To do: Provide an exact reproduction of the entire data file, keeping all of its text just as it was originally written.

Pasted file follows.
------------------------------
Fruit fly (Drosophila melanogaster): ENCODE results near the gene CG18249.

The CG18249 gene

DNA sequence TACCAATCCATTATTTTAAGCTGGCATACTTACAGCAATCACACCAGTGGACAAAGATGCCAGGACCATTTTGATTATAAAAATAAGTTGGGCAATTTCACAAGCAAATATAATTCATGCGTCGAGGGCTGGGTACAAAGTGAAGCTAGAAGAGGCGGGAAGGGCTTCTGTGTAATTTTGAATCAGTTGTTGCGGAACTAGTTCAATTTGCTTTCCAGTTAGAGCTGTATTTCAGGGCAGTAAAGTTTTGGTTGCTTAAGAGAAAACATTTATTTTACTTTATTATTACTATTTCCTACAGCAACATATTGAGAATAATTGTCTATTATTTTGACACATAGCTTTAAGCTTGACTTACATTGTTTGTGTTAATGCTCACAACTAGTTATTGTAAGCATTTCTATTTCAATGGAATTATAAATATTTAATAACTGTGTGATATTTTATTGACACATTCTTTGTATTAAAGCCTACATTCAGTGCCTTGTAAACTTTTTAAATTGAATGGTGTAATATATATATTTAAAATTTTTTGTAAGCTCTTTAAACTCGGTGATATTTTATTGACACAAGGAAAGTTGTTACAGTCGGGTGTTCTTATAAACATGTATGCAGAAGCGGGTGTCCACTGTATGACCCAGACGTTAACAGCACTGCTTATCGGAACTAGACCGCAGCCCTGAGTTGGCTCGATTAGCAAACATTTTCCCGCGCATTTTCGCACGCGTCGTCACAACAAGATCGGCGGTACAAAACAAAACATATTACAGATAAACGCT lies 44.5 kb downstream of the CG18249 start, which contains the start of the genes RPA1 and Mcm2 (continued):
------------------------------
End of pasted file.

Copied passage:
Fruit fly (Drosophila melanogaster): ENCODE results near the gene CG18249.

The CG18249 gene

DNA sequence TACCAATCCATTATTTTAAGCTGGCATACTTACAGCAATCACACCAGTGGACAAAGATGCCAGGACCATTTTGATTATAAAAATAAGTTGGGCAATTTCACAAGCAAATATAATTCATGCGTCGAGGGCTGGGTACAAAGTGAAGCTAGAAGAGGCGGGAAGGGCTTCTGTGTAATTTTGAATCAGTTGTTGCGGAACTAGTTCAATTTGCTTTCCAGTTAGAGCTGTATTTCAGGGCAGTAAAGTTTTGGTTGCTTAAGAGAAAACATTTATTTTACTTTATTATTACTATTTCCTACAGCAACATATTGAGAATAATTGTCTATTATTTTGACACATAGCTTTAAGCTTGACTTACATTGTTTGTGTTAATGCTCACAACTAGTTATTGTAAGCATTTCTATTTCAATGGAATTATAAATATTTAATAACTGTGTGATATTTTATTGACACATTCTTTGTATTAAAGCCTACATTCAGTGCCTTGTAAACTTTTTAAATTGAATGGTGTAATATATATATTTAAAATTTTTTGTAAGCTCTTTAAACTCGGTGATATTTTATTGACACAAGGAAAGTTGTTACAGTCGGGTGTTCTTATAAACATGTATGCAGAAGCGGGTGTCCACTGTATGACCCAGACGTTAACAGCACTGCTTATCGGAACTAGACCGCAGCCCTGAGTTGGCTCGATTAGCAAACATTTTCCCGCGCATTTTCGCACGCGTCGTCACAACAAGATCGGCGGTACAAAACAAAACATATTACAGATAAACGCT lies 44.5 kb downstream of the CG18249 start, which contains the start of the genes RPA1 and Mcm2 (continued):